As Senior Vice-Chair of the All-Party Parliamentary Group (APPG) on Hajj and Umrah, Mr Hussain visited Mecca, Madinah and Riyadh in February this year as part of the delegation’s inquiry into the new Nusuk system and the UK’s Hajj quotas. The delegation met with a number of key officials and Ministers from the Saudi Arabian Government responsible for managing holy pilgrimages to the country, as well as several key stakeholders, where Mr Hussain raised the serious challenges faced by British Muslims in Bradford and across the UK and pressed for action.
Following the delegation’s visit and inquiry, the Saudi Arabian Ambassador to the UK, Prince Khalid Bin Bandar Bin Sultan Al-Saud met the APPG to discuss the delegation’s findings and the Saudi Arabian Government’s response to the numerous concerns around Hajj that were raised with them. During this meeting, the Ambassador confirmed that based on the APPG’s findings and other feedback, Saudi Arabia’s Ministries of Hajj and Tourism would be reviewing the UK Hajj quotas and seeking to reform the Nusuk system, whilst also evaluating a new compensation system.
Launched for Hajj in 2023 by the Saudi Arabian Ministry of Hajj to replace the previous Motawif system which itself was repeatedly criticised, the online Nusuk system has been beset by a number of issues. These issues have included people being unable to log into the system and receiving repeated error messages, having their bookings cancelled with no explanation, and seen being unable to view which packages were unavailable until the end of the booking process.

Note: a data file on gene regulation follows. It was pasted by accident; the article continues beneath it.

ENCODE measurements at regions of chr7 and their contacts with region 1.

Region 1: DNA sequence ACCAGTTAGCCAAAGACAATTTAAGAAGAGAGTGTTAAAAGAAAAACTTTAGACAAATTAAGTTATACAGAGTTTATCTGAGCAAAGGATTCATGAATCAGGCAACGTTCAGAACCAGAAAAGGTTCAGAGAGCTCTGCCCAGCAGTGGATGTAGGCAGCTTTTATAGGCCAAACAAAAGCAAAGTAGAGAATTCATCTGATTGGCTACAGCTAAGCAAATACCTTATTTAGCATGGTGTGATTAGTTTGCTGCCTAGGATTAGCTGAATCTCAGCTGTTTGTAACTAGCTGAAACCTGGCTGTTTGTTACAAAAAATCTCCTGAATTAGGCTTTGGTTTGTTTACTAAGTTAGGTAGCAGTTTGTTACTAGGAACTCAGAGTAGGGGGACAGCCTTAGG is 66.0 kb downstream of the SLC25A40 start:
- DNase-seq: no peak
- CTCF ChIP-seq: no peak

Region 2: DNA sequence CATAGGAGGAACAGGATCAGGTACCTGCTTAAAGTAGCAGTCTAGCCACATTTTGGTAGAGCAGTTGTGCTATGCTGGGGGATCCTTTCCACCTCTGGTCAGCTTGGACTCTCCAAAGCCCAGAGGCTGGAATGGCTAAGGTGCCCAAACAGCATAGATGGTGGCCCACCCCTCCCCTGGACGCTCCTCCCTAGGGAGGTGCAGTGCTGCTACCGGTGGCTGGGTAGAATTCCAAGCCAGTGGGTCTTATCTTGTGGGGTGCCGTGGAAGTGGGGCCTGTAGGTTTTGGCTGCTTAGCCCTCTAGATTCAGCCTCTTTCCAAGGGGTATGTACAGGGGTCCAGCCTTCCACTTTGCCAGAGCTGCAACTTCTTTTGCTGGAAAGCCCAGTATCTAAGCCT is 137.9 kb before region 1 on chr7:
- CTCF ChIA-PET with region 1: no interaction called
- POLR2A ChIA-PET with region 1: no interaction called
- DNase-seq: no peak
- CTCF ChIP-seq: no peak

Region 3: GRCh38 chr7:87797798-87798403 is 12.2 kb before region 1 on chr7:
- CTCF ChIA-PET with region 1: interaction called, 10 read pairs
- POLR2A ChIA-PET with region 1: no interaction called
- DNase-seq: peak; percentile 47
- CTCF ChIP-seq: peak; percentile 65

Speaking on his meeting with the Saudi Arabian Ambassador to the UK, Imran Hussain, MP for Bradford East and Vice-Chair of the APPG for Hajj and Umrah said:
“The challenges faced by British Muslims have been a long-standing piece of work for the APPG, and I’m pleased that following our official delegation to Saudi Arabia earlier this year where we lobbied the Ministries of Hajj and Tourism on these issues, the Ambassador has acted on the concerns we raised and agreed to review the UK’s quotas and reform the current booking system.
“For many of my constituents and British Muslims across the UK, the new Nusuk system used by the Saudi Arabian authorities to arrange Hajj has proven to be unworkable and has caused considerable distress for many families who have been unable to book what is a trip of a lifetime, leaving them open to exploitation by unscrupulous actors, and reforming the system has therefore been the primary focus of the APPG.
“I’m also pleased that the Ambassador has agreed to meet formally with the APPG after the conclusion of Hajj in 2023 to debrief us on future plans and for us to raise the findings from our own inquiries, and that he has also agreed to meet us in the months leading up to Hajj in 2024 to ensure that the problems faced this year are not repeated.”